Gruxberg determined from this experiment that extrinsic motivations (such as material rewards), put pressure on individuals, having negative effects on creativity. To prove this first hypothesis, Gluxberg devised a second experiment. This time he used a simplified version of the "Candle Problem" (in this simplified version, the thumbtacks are out of the box, making the solution obvious).
Figure 2 - Solution of Candle Problem
Figure 3 - Simplified Candle Problem
Repeating the experiment under similar conditions, but simplifying the problem, Gluxberg achieved a result which reinforced the hypothesis.
Using a simple problem which requires no creativity the first group (that was motivated extrinsically) obtained much better results (accounting for much better times).
These results supported his hypothesis.Â For tasks whose solution is obvious extrinsic motivations are working as they should (increasing performance), but for tasks whose solution is more complex, extrinsic motivation backfires, having negative effects on performance ( Pink D., 2009).
Given Gluxberg conclusions in 2005 a team of researchers from Massachusetts Institute of Technology, led by D. Arily conducted a similar experiment.Â This time they used several games, some of which required only motor skills, while others required in addition to motor skills, cognitive abilities.Â They used three types of rewards. The MIT researchers conclusions were similar, as long as they used only games that required motor skills, extrinsic motivations operated as expected (the higher the reward conducted to the highest performance), but when using games that required cognitive abilities, rewards had negative effects.Â For complex games (which required cognitive skills) the best performances was recorded for groups that weren't offered any rewards. Some researchers suggested moving the experiment to another country, where the standard of living would be lower, this suggestion being made on the basis that the U.S. standard of living is quite high and extrinsic motivations (such as material rewards) have lost some of their effect.
As a result a set of research was conducted in India, a country with a low living standard and a sum of money which is irrelevant to an American, is significant for an Indian.
In India the results of the experiment were identical to those in the U.S..Â Therefore it is not a question of living standards.
The conclusion of the two experiments is that if the task is complex the motivation uses must be intrinsic (within the employee) and if the task is simple the motivation uses must be extrinsic ( Heyman J., Ariely D., 2004).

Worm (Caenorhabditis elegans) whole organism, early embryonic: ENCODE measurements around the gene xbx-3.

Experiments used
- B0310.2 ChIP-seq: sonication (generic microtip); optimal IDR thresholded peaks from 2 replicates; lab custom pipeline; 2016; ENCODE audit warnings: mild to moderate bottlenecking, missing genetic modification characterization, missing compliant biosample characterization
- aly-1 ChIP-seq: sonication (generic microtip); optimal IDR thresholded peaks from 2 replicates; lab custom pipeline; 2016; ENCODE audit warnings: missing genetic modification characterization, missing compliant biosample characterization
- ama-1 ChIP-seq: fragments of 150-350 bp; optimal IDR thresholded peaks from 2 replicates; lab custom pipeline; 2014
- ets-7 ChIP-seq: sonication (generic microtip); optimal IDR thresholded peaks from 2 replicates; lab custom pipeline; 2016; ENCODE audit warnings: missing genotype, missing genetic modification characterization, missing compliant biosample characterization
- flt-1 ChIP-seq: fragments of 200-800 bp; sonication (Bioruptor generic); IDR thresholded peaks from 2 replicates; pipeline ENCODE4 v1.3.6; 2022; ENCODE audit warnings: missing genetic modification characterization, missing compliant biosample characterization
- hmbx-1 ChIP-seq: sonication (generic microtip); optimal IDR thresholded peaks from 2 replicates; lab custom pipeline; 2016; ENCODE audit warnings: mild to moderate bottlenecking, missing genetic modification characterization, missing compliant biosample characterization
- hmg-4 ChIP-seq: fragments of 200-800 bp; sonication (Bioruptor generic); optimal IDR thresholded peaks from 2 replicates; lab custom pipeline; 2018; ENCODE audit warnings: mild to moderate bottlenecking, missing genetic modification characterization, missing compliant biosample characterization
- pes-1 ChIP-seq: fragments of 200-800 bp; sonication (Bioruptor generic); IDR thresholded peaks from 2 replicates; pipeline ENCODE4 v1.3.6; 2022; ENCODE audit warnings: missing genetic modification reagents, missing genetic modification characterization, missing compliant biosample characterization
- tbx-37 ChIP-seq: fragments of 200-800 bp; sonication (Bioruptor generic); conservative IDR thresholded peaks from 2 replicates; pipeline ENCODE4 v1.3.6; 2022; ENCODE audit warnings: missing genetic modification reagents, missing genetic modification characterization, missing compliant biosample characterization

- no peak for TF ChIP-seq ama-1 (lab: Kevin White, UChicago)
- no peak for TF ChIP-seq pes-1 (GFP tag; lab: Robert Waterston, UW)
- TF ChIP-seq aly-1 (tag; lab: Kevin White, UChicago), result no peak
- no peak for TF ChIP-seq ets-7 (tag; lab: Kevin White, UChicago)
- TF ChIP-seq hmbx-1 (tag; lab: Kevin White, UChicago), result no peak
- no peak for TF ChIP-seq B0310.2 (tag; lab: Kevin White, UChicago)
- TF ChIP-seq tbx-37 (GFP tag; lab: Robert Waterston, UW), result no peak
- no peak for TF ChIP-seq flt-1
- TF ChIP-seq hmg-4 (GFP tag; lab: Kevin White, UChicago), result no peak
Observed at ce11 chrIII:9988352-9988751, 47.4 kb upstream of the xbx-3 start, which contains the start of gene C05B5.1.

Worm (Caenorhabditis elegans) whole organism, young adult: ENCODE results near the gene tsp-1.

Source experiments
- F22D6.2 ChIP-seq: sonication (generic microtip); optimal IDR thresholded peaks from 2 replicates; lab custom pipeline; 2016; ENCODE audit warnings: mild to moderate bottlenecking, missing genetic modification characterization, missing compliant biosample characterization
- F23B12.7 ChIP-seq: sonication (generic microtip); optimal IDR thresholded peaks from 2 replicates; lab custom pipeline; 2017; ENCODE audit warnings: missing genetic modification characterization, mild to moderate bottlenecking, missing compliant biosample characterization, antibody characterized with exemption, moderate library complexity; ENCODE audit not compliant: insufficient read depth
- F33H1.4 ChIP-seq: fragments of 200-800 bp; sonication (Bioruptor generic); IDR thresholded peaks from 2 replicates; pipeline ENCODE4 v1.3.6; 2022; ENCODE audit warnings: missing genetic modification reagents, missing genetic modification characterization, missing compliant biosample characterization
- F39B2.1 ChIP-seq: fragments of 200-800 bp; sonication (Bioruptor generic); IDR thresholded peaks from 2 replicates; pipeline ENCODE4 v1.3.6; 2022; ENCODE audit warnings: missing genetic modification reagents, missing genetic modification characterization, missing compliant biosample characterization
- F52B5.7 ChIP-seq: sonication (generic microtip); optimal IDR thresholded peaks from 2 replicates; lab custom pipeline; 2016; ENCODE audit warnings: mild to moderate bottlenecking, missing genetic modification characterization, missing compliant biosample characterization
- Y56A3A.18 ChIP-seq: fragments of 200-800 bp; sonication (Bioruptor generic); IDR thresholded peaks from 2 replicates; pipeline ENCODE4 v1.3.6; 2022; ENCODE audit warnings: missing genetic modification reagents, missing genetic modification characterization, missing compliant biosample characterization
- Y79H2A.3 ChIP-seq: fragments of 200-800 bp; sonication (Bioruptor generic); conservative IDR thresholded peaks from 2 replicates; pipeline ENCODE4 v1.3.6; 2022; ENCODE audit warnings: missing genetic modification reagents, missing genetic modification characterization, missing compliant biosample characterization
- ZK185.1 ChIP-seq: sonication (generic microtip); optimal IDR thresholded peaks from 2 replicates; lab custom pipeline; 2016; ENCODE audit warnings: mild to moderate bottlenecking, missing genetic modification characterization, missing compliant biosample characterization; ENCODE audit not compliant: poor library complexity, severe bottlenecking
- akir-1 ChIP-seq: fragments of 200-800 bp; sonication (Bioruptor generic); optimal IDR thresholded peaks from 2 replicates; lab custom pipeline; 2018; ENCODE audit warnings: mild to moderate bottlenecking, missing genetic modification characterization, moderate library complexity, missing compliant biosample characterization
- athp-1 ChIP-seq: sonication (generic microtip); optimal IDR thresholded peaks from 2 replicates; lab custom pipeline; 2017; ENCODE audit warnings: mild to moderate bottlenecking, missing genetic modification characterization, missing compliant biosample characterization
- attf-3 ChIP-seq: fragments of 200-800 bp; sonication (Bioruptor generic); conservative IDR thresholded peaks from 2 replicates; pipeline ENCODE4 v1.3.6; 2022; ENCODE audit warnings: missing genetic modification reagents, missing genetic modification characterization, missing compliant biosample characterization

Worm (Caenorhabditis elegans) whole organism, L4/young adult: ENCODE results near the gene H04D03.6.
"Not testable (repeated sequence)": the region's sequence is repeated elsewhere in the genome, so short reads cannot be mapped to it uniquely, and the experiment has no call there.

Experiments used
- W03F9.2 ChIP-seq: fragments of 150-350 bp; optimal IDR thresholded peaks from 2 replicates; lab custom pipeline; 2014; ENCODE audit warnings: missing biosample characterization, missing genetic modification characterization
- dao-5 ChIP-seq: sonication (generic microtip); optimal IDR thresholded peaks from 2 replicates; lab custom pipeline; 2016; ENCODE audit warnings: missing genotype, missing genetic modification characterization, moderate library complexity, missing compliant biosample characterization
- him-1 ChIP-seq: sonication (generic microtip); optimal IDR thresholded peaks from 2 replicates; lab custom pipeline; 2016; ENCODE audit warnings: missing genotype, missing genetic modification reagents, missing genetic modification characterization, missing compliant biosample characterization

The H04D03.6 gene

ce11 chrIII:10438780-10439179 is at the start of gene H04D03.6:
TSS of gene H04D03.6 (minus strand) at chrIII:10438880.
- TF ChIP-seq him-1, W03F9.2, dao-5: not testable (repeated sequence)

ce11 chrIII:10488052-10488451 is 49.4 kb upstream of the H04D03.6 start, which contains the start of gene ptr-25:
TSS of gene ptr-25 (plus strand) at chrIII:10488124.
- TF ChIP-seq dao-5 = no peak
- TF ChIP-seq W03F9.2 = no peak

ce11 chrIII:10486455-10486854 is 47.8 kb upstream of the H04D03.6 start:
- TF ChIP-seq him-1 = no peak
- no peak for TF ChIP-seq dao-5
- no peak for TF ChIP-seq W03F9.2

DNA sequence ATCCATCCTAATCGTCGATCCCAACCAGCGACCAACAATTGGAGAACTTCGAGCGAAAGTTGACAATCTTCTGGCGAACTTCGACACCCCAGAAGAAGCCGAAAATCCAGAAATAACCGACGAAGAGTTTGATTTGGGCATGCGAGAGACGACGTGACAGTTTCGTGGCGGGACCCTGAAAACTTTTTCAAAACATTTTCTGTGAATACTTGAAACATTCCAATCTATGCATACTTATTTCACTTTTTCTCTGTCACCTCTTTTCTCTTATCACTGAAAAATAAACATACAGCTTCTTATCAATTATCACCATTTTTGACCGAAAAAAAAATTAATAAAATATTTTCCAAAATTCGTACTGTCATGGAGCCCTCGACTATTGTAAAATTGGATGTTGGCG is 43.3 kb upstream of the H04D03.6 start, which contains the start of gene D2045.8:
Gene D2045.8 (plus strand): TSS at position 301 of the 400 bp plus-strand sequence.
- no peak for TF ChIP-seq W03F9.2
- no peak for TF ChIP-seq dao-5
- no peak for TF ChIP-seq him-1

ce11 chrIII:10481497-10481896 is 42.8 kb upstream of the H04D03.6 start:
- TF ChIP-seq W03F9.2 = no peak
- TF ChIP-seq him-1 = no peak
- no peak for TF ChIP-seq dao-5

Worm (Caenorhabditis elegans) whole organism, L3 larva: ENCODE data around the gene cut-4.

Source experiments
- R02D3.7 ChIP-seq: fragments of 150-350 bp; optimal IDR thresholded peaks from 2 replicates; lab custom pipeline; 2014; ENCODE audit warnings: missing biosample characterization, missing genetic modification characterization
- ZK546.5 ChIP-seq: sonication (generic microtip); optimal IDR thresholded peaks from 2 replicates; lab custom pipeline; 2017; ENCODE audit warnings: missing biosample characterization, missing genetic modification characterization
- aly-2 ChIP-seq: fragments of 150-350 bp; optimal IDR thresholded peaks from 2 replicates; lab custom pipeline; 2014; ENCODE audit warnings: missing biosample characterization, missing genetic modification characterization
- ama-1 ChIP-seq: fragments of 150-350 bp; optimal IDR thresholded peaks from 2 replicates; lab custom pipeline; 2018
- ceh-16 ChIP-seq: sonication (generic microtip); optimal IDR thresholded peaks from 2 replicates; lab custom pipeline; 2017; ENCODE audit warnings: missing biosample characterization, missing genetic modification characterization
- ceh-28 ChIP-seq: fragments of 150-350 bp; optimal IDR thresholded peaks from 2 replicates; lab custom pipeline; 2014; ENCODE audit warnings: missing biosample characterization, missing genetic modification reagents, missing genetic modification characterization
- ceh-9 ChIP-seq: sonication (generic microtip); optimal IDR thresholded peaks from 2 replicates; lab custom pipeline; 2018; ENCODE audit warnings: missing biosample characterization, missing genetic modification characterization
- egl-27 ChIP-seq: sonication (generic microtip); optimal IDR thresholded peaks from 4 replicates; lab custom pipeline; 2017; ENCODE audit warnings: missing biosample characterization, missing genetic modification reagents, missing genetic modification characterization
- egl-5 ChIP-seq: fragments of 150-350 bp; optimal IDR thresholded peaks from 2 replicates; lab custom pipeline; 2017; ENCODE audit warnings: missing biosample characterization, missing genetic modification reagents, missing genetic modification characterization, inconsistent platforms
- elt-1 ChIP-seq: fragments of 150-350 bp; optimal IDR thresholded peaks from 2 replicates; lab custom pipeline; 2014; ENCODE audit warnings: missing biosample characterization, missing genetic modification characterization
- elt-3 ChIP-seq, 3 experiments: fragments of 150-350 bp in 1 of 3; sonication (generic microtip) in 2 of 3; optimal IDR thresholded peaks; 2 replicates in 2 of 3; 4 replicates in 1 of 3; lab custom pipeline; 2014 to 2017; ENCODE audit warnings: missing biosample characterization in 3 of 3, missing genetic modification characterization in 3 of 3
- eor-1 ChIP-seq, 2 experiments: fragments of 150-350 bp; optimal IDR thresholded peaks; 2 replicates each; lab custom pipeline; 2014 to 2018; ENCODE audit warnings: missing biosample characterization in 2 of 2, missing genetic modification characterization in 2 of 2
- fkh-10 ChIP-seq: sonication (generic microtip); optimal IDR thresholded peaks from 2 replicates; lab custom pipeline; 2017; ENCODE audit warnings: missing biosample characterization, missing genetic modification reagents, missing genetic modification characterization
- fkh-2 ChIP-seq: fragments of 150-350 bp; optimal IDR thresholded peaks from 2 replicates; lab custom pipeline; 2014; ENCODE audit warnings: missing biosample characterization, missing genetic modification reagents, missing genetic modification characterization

But this conclusion is lacking applicability. It is hard to believe that an employee operating only on intrinsic motivation will perform tasks in the interest o a company for a period of time. In order to prove this point of view we take a look at Malov`s theory.
"Maslov's pyramid" (hierarchy of needs generates a default behavior and a certain sensitivity to motivation) is another theory uses in human resources management.
Graph - Sensibility
Figure 4 - Maslow`s Pyramid
According to Maslow's pyramid individuals will be motivated in the first phase of basic needs (needs such as food, clothing, security), those on the first two levels of his pyramid.Â Only after these two needs will be satisfied they can advance.Â In an attempt to meet these two basic needs, individuals will be attracted to extrinsic motivations.Â Later, after satisfying the first two levels, they will advance.Â Only in this second phase they will present a greater openness to intrinsic motivation.Â It is worth mentioning that in this second phase they will have to maintain the first two needs at an optimum level of satisfaction, therefore they will maintain a certain sensibility to extrinsic motivation (Maslow A., 1970). Gluxberg used in the experiment subjects, who most likely had past the first three levels of the pyramid, therefore they were not affected by strong constraints such as lack of food or security.
If we were to superpose the two theories, that of Maslow and Gluxberg we get a more complex scenario, which would be more realistic.Â Individuals in the first phase will be very sensitive to extrinsic motivations, once these needs on the first level of Maslow's pyramid are met, their sensitivity will change to intrinsic motivation (this sensitivity will vary in direct proportion to the level attained in the hierarchical pyramid).Â But after this shift, the sensitivity for intrinsic motivation will vary depending on the complexity of tasks individuals have to perform.
If we are to achieve a graphical representation indicative it would look like this: